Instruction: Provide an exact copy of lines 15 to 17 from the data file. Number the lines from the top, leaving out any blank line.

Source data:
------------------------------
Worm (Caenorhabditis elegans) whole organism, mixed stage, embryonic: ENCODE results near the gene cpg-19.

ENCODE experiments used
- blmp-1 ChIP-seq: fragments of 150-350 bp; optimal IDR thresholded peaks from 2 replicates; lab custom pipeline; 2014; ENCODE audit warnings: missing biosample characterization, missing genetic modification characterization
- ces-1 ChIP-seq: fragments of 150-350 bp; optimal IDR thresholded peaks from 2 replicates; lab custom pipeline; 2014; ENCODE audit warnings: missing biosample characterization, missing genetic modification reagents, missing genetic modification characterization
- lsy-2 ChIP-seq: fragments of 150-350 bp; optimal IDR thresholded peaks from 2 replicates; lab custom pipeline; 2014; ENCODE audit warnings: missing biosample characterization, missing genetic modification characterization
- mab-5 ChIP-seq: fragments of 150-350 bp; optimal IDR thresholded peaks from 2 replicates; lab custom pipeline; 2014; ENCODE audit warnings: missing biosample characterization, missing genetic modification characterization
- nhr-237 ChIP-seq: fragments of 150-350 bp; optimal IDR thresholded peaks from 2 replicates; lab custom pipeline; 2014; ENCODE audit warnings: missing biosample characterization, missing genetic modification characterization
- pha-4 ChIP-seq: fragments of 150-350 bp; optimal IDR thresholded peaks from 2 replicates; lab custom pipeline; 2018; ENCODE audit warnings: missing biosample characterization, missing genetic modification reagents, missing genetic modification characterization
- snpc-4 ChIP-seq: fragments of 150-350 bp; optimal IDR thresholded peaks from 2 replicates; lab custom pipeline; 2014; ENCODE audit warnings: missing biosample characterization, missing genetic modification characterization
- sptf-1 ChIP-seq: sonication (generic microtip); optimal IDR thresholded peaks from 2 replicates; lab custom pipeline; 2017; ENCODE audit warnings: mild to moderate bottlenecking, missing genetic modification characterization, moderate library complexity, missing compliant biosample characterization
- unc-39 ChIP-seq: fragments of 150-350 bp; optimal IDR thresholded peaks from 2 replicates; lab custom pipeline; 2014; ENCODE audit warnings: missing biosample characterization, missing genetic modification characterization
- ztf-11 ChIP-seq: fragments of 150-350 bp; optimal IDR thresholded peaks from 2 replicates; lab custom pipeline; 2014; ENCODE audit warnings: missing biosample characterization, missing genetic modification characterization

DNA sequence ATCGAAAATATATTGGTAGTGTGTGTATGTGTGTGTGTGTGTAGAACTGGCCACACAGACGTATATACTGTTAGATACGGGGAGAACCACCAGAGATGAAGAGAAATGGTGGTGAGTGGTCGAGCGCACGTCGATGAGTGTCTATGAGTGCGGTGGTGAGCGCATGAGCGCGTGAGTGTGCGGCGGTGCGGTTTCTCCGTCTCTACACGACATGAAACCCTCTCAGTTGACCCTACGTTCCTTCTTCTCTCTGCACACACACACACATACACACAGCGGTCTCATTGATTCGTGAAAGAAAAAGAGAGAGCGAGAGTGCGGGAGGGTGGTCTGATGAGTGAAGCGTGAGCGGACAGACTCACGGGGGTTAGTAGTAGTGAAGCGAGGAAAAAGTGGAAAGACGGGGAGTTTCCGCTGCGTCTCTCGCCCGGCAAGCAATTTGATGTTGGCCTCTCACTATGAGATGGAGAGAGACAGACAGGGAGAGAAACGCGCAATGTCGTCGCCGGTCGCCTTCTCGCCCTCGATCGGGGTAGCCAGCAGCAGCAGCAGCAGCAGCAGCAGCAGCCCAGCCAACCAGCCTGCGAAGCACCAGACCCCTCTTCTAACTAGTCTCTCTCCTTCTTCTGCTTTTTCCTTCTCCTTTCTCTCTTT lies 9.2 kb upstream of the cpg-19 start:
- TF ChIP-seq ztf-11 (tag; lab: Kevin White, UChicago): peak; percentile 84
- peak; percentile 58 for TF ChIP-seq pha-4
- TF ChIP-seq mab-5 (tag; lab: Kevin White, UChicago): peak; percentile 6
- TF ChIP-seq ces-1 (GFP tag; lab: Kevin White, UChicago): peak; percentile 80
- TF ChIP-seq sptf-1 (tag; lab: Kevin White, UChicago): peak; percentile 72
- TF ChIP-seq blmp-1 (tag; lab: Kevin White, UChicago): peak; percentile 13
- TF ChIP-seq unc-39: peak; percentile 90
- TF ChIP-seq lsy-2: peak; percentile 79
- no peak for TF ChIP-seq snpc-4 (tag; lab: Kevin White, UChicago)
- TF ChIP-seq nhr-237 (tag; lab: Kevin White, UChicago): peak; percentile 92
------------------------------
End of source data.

- peak; percentile 58 for TF ChIP-seq pha-4
- TF ChIP-seq mab-5 (tag; lab: Kevin White, UChicago): peak; percentile 6
- TF ChIP-seq ces-1 (GFP tag; lab: Kevin White, UChicago): peak; percentile 80